homemade sausages dry and crumbly
Basic Butchery,  Food Preparation,  Sausages

How To Stop Your Homemade Sausage Being Dry & Crumbly

So you’ve just made your very first batch of homemade sausage and have cooked some off for a taste test. Upon cutting into the sausage you find it is dry and crumbly, not what you were hoping for. What went wrong?

Why can homemade sausages be dry and crumbly? When making homemade sausages, it is essential that you use enough fat and liquid in the mix to help the ingredients bind together. Also ensuring that the meat, fat and equipment is very cold during preparation will further help prevent these issues from arising.

We will know look at why these points are so important in your homemade sausage making endeavours.

Fat Content Is Very Important In Sausages

One of the reasons people start making their own sausages is the wanting to control exactly what goes into them. With the horror stories of what goes into commercially made sausages, this is perfectly understandable.

However, with this control comes the issue of fat content.

Admittedly, many commercial sausages can be extremely fat heavy in their content, and this can be very unhealthy and offputting, however, sausages that are too lean can be just as unpalatable.

One of the reasons people who are new to sausage making end up withy dry and crumbly sausages is because they remove too much of the fat content from their recipe.

Good quality sausages are made using cuts of meat that have been specifically chosen for their flavor and higher fat content.

Sausages really need a minimum of 15 – 20% fat content, and for a truly delicious and moist sausage, that fat content should be closer to 30%.

The reason that the fat is so important when making sausages is that not only does it provide much of the flavor, it also helps to bind the meat and ingredients together which prevents the crumbly texture, and also adds moisture during the cooking process, which prevents the sausage from drying out.

Here we have an article about the Lean Meat to Fat Ratio for Homemade Sausage

Use Fattier Cuts of Meat for Succulent Sausage Results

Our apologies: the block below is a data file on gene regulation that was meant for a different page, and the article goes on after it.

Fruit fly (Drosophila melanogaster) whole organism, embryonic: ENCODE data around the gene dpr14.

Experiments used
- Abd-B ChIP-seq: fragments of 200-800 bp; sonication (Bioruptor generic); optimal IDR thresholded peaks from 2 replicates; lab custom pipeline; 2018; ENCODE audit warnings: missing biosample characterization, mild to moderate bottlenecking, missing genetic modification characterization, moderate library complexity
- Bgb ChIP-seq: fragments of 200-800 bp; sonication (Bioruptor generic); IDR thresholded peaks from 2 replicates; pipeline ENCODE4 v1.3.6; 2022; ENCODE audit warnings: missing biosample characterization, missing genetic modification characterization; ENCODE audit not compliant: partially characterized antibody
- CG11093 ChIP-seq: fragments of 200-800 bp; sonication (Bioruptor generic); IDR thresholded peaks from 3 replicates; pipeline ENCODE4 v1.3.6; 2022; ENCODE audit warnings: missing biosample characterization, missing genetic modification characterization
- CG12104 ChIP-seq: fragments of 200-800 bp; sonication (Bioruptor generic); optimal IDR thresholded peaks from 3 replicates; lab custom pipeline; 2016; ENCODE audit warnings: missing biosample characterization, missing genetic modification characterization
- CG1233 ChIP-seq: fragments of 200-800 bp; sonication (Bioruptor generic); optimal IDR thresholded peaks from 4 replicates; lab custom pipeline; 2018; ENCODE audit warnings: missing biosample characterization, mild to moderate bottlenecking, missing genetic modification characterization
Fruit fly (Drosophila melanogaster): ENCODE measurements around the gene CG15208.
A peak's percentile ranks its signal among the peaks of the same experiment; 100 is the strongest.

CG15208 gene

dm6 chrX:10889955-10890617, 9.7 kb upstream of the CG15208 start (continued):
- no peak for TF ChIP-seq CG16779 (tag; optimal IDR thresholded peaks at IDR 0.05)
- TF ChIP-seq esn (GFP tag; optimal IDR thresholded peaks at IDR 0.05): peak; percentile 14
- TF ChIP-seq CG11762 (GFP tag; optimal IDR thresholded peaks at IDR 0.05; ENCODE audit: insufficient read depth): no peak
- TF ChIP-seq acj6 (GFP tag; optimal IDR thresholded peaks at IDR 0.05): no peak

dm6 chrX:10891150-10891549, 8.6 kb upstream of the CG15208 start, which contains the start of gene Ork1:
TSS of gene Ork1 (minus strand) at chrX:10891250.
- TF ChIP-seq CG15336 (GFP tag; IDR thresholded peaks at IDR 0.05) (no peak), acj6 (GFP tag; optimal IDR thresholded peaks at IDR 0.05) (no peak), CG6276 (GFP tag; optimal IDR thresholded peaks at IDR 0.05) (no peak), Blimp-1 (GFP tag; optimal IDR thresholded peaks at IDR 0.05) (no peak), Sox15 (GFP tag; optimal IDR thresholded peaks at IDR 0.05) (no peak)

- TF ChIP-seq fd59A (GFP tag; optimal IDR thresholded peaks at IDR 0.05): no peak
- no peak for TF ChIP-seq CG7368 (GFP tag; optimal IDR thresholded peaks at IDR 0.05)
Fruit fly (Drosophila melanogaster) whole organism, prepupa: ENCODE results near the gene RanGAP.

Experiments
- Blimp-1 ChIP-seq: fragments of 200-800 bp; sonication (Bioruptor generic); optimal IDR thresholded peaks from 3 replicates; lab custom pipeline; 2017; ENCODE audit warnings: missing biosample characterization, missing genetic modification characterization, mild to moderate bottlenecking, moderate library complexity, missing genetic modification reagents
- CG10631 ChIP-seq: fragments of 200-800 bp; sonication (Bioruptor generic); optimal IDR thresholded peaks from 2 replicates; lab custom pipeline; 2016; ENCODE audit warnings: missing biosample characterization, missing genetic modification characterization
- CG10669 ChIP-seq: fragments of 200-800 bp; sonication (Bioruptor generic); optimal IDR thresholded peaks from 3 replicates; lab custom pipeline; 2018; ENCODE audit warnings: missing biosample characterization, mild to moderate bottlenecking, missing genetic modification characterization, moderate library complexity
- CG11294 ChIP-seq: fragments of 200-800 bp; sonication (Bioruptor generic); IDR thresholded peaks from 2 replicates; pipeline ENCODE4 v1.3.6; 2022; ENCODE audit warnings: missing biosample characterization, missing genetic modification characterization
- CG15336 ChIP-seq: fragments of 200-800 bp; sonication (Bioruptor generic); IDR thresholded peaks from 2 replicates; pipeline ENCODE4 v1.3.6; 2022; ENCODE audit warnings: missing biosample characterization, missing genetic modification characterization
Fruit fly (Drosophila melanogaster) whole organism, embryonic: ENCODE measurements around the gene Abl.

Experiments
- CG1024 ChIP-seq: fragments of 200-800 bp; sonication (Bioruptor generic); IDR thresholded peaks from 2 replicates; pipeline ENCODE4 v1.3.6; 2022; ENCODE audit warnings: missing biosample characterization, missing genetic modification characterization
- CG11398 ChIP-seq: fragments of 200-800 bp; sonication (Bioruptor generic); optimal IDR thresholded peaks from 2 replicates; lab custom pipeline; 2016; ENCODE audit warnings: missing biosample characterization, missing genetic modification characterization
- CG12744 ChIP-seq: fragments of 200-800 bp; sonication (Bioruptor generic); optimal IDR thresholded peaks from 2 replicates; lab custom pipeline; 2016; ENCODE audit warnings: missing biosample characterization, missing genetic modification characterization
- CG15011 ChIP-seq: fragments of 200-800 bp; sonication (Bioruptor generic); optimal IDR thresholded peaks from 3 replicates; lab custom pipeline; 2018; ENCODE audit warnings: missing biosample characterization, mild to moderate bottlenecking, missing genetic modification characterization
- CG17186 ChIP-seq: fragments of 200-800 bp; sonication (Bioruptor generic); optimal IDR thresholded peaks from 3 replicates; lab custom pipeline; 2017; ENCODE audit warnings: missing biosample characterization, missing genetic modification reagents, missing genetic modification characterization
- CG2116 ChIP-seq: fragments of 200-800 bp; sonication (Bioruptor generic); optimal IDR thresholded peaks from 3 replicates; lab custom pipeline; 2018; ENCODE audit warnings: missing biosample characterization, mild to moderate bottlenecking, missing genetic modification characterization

Fat plays an important part in keeping your sausages from drying out. One of the best ways to add the fat is by choosing the cuts of meat that naturally carry more fat in them.

It is better to have the fat running through the meat, than it is to add chunks of fat, although in leaner animals adding the fat separately is better than not adding fat at all!

Generally meat taken from the shoulder and belly of the animal are going to provide you with the best results, and a combination of cuts from both of these parts of the animal will usually give you the enough natural fat content to ensure a decent sausage.

In the case of pork, 70% shoulder and 30% fatty belly pork ground together will come close to giving you a good blend of fat to lean ratio.

Shoulder & Belly Meat Offer Good Fat Ratio To Keep Sausages Moist

When To Add Extra Fat To Keep Sausages Moist

As mentioned, the shoulder and belly/breast of the animal naturally carry more fat than the leaner parts such as the leg and loin. However if you are a hunter and are making sausages from the likes of venison, elk or other lean game meat, you may find that there is not sufficient fat even in those chosen cuts.

To ensure you get a quaility sausage, it would be recommended that you add some fatty pork meat to the mix to give you the required fat ratio. You could just add some pork back fat (aka: fatback), which is purely fat, but you may find that this somewhat separates from the lean and doesn’t quite combine as well as using fatty ‘meat’ cuts.